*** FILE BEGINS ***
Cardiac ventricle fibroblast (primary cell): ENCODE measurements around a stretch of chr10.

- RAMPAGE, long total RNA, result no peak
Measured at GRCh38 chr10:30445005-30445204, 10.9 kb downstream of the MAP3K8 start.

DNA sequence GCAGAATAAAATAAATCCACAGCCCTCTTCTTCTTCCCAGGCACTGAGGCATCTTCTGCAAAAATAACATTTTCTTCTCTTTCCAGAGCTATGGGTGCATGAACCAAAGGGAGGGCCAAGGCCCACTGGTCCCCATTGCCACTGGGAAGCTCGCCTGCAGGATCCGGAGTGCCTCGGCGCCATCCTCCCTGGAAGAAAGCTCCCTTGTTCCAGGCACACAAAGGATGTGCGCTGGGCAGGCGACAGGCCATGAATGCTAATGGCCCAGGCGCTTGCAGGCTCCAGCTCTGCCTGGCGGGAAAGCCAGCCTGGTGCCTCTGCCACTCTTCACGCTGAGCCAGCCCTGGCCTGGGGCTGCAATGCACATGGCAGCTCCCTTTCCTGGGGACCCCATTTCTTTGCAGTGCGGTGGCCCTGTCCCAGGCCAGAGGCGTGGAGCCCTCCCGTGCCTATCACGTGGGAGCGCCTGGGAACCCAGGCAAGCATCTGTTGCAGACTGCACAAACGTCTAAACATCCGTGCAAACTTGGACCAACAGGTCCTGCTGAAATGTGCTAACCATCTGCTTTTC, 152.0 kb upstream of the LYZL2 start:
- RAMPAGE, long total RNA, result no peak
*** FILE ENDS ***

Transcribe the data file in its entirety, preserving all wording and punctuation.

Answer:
Cardiac ventricle fibroblast (primary cell): ENCODE measurements around a stretch of chr10.

- RAMPAGE, long total RNA, result no peak
Measured at GRCh38 chr10:30445005-30445204, 10.9 kb downstream of the MAP3K8 start.

DNA sequence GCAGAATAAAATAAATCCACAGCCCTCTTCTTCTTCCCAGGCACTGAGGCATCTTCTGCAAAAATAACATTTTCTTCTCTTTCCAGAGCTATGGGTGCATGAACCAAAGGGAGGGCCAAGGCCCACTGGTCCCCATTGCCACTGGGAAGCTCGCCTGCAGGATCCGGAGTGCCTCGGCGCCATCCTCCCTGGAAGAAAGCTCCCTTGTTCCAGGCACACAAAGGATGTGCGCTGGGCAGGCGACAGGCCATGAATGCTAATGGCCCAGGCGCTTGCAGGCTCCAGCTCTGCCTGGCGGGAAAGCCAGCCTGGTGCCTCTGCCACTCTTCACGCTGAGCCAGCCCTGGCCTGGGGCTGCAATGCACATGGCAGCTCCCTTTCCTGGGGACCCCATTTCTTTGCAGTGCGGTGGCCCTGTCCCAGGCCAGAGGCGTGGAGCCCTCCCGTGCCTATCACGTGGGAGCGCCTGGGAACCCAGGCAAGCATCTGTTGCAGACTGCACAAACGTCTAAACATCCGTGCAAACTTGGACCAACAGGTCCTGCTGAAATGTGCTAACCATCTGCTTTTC, 152.0 kb upstream of the LYZL2 start:
- RAMPAGE, long total RNA, result no peak